Does science tell us how the world works?  No...it tells us about an event being tested. Don't believe me?  Did you see the sun rise yesterday?  Ok, did you see the sun rise the day before?  Now, this doesn't seem too big of a deal until I get to before you were born.  Did you see the sun rise then?  No you didn't!  Aw snap!  How do you know it did?  You were told it by an authority and/or you took it for granted as happening in the past as it happened today.  Usually a good assumption.  How old is the world according to modern geology?  4.53 billion years you say!!!  Well I can safely say I've only been able to directly observe the sun rising 6.84 x 10^-9 of the time, or 0.000000684% of the life of the Earth.  Those aren't good odds to base a probability on...but we ALWAYS do.  But wait, you might say this is a reasonable assumption, but I want to ask why?  Why not think the earth has always existed and the sun always risen as happens even when we don't see it?  You postulate a beginning to our planet, but there are also different competing theories about that...and the fact is not one of them needs to be correct.  Think about that.  It's not just the nebular hypothesis vs some other theory of our planet's formation, it could be a ton of different hypotheses and yet there is only one reality.  And even if this is true that we know this in a progressive way, what is to stop us from having a different revolution in understanding?  Newton rocked the universe of physics, and was concurrently rocked by Einstein...who knows what rocking will be done in the future?  The truth of the matter is that science is an induction of particular events to a universal statement of the world, and it is never absolute.  This is why we need to put explanations derived from science into theories.  Theories are models to explain the different observations and experiments we have drawn from science.  This is awesome and needs to be done, but first and foremost, Dr. Tyson and many others who have this view of religion and science are absolutely in error about how science really works and its relation to the world.  At this point, atheistic apologists will add "but that's what makes science so much better than religion, it can change based on evidence."  Frankly, that just means science is eternally ignorant and this argument is arrogant about its ignorance.  And its willingness to change about certain things that touch on fundamental aspects of the methodological turned metaphysical naturalism of science leaves me in doubt.  

Moral superiority cannot be based on knowledge of ignorance alone.  Even the willingness to change means you'll change at the first hint of evidence or rather how strong it is based on your own idea of what is "strong."  The same can be said for many people and their belief or non-belief in God.  Whenever I hear an atheist or agnostic talk about "there's no evidence for God" I'm always taken aback at the statement...if I could put God into a test tube and show Him to you, you'd doubt His being truly God...same thing if I put God to another test...this would destroy His personhood and make Him just a natural law or something.  What evidence are you talking about?  Seriously, think about what evidence you are talking about.  If you are purely a materialist who uses materialistic methods of epistemology, you have de facto written out supernatural entities or causes...no amount of evidence can overthrow that starting point save direct address, and even this might lead you to consult a psychologist or psychiatrist first...maybe with good reason depending on how often that actually does NOT happen.  Although, perhaps it can be done, but the threshold at which this occurs is fuzzy.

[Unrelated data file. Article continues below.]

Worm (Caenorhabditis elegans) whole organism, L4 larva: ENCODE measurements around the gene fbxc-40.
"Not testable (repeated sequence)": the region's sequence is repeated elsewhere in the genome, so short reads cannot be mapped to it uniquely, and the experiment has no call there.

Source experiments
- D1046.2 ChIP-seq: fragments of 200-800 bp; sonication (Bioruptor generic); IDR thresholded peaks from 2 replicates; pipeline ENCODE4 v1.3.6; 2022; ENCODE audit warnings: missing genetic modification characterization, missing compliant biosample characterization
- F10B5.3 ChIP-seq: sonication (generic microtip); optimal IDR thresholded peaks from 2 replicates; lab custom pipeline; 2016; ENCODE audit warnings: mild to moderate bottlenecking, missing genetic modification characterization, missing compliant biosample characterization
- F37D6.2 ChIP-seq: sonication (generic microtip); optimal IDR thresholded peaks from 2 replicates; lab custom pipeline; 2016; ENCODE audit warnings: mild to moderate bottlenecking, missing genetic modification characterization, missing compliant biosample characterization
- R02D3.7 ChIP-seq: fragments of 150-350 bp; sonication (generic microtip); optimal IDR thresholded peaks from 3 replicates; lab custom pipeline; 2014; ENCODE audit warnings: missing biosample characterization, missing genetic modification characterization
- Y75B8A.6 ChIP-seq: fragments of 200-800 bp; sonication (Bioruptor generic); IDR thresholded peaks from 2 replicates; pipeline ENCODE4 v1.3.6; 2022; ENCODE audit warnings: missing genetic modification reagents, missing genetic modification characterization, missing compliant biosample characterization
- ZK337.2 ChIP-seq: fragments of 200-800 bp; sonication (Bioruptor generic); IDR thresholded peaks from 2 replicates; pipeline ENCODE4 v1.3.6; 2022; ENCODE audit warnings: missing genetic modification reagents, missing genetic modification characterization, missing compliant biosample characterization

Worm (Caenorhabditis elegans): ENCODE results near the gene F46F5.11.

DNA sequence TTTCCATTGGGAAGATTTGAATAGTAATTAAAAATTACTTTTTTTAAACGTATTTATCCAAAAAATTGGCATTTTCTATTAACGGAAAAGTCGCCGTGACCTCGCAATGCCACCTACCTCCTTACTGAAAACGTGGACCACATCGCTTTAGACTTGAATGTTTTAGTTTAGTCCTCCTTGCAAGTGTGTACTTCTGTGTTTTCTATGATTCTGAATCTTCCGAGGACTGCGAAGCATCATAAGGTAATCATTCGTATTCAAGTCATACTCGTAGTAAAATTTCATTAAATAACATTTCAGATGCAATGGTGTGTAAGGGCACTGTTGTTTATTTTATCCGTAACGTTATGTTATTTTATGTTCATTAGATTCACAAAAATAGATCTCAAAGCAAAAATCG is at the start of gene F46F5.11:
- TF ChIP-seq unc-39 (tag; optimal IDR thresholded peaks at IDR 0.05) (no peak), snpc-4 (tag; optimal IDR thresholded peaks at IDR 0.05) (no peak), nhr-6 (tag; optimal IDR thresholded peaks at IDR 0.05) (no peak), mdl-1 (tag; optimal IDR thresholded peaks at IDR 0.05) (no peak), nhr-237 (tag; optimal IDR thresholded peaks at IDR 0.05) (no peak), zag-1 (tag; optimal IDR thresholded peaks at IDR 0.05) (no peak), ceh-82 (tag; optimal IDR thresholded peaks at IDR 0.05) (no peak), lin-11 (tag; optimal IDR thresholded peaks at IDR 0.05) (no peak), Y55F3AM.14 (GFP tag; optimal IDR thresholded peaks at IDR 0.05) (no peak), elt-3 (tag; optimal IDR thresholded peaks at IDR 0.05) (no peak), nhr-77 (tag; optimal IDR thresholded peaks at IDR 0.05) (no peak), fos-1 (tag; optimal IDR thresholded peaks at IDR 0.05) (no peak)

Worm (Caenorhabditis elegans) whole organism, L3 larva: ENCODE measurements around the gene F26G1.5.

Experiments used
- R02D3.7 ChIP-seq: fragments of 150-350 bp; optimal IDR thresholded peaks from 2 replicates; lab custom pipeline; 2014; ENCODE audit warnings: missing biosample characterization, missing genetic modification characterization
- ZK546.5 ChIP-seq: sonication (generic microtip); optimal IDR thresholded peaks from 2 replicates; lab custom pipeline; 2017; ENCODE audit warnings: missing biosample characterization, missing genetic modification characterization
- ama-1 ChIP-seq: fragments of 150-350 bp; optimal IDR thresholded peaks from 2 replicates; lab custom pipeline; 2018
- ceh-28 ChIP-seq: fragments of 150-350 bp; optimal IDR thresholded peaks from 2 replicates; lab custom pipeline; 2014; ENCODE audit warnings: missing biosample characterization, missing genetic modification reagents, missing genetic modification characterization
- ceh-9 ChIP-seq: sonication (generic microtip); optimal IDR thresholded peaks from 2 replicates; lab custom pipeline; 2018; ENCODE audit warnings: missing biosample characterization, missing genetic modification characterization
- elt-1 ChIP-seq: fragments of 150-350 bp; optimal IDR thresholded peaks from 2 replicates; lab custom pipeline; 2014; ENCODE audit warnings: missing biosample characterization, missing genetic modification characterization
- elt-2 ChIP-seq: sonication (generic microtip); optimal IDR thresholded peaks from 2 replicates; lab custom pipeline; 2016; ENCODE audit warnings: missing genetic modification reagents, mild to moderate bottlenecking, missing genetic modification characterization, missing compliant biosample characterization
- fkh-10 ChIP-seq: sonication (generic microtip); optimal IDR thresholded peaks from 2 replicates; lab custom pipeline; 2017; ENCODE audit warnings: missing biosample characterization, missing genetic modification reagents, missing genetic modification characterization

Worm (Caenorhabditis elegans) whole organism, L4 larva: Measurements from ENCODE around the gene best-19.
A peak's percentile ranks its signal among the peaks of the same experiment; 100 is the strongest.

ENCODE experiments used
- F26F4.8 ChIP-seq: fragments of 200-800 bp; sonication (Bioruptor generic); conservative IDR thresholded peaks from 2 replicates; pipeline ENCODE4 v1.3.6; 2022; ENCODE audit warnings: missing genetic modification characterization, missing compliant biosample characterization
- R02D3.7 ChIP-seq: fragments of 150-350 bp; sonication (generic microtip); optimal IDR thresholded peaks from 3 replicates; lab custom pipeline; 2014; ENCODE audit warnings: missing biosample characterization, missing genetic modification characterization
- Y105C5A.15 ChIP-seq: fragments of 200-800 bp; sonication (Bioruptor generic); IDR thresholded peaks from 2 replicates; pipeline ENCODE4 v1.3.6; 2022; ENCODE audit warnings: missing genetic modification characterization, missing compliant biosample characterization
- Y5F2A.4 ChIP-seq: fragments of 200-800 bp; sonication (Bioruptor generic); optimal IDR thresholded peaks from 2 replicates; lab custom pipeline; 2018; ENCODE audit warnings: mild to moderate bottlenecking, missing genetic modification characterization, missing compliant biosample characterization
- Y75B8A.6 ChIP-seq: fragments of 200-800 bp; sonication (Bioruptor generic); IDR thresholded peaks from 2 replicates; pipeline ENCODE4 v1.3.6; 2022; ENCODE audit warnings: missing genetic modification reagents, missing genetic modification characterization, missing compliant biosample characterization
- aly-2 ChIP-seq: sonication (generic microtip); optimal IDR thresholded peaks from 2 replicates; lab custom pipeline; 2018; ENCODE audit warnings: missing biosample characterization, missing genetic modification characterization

Also, "religion" or even that "dead philosophy" can actually give grounding reason for the drive and study of the world with science.  I love science because I believe not only that a rational being designed and made the world, but that He made it intelligible and that my being the image of God involves the deification of nature by our rational investigation of it using our logos.  I also have a view to the future, both involving stewardship and a fuller vision of the world and its future, one based more solidly than on some ethical empathy for a person I don't know either across the world or in the future.  On top of that, the practical element still is at the forefront of this thought.  The idea of technological (not necessarily scientific) progress is integral to our being human beings who are told to be fruitful.  This is reason enough to not simply discard religious thought from the scientific enterprise...and if you're lucky, we could include math and linguistics in this discussion to.  But no history, oh God help you if I find history in my science class...DANGIT!  Geology!!!  

POSTSCRIPT:  In the debate between Bill Nye and Ken Ham a little while ago, Nye said there was no distinction between operational and historic science.  Please refer to ATHEIST Arthur Strahler's book Understanding Science from Prometheus Books for your thorough education about the philosophy of science and the necessity of the distinction.

Monday, June 9, 2014

Subcultures - or Why the Rhetoric of One Often Sounds Like the Opposite Group